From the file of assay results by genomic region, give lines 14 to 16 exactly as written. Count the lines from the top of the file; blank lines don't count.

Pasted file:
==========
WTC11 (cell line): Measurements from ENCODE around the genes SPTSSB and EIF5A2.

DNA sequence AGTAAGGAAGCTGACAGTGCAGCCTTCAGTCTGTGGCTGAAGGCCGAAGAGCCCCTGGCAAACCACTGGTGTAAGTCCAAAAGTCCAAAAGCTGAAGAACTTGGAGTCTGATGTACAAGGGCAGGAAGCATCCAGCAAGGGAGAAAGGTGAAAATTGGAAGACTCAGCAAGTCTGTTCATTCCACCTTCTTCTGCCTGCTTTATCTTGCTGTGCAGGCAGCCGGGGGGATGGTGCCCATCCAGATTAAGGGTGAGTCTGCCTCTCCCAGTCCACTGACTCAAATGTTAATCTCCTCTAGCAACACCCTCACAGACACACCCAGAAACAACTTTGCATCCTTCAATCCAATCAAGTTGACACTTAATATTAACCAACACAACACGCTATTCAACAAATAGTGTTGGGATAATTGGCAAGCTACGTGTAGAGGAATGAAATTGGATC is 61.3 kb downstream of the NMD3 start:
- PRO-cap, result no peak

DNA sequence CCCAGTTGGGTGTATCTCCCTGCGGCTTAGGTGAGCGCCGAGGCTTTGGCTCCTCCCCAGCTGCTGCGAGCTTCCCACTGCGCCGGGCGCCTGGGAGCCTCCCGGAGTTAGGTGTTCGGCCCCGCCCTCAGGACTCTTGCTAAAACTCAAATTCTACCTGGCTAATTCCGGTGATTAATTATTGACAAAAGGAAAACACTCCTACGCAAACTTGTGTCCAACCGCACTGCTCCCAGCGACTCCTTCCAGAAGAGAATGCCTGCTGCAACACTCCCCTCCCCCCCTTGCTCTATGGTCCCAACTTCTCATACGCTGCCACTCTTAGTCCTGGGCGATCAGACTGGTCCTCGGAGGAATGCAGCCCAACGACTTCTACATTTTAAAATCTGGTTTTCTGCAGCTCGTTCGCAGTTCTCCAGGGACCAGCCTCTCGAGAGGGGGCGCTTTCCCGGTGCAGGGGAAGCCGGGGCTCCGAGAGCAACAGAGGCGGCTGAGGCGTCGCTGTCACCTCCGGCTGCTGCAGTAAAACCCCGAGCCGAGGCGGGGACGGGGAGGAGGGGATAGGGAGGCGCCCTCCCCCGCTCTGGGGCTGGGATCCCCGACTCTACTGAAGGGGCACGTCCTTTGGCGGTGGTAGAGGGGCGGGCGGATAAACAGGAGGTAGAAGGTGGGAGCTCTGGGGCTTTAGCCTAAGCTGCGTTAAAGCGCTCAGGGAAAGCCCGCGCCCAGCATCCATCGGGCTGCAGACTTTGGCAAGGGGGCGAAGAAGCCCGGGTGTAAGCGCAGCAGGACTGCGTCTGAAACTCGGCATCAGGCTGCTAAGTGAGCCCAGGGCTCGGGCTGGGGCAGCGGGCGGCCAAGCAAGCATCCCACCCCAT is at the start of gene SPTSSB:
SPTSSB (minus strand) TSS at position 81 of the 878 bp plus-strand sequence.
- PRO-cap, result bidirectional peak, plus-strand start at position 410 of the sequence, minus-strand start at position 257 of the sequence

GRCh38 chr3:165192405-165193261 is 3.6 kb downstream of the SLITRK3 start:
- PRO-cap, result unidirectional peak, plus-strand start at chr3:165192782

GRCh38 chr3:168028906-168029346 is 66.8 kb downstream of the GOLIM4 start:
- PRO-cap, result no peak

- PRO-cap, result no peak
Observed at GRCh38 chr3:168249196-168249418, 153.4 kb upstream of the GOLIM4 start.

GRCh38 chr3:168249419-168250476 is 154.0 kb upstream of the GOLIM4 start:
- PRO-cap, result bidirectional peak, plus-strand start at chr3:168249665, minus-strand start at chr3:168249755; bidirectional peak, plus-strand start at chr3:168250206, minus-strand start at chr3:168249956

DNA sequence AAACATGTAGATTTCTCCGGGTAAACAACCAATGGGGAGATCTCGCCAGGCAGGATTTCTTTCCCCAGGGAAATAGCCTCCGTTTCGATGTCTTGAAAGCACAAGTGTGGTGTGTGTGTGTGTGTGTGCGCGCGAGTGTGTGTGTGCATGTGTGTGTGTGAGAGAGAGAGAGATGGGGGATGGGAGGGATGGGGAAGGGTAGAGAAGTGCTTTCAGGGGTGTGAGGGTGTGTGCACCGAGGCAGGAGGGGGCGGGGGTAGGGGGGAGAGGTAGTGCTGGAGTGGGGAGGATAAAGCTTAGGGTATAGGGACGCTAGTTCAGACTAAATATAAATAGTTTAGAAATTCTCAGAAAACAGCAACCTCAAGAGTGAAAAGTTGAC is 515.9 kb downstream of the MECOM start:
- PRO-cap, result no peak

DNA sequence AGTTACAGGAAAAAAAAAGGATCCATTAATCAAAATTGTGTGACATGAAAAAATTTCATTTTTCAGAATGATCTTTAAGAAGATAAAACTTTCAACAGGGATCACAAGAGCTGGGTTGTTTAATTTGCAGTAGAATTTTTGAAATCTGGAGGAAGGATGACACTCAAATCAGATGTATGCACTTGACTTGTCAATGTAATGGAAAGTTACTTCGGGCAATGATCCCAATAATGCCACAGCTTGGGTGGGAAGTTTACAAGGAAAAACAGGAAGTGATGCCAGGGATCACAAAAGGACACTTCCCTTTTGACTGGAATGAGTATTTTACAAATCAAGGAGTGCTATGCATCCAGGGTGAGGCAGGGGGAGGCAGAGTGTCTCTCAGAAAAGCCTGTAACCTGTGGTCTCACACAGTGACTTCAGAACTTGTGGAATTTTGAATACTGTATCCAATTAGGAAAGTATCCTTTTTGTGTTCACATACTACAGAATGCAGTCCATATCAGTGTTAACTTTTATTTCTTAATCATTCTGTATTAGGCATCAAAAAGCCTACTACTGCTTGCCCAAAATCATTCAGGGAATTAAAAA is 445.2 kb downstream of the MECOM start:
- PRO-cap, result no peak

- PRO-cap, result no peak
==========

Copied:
- PRO-cap, result bidirectional peak, plus-strand start at chr3:168249665, minus-strand start at chr3:168249755; bidirectional peak, plus-strand start at chr3:168250206, minus-strand start at chr3:168249956

DNA sequence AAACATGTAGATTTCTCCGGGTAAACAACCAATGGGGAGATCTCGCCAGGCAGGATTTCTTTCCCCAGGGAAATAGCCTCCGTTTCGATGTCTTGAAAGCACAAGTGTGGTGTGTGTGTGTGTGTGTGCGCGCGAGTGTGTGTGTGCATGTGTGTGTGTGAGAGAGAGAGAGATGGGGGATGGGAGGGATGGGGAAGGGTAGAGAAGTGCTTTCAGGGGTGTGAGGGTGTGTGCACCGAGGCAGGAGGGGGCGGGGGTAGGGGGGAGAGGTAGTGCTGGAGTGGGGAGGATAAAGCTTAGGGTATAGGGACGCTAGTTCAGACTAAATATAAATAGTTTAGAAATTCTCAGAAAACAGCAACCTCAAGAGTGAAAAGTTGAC is 515.9 kb downstream of the MECOM start:
- PRO-cap, result no peak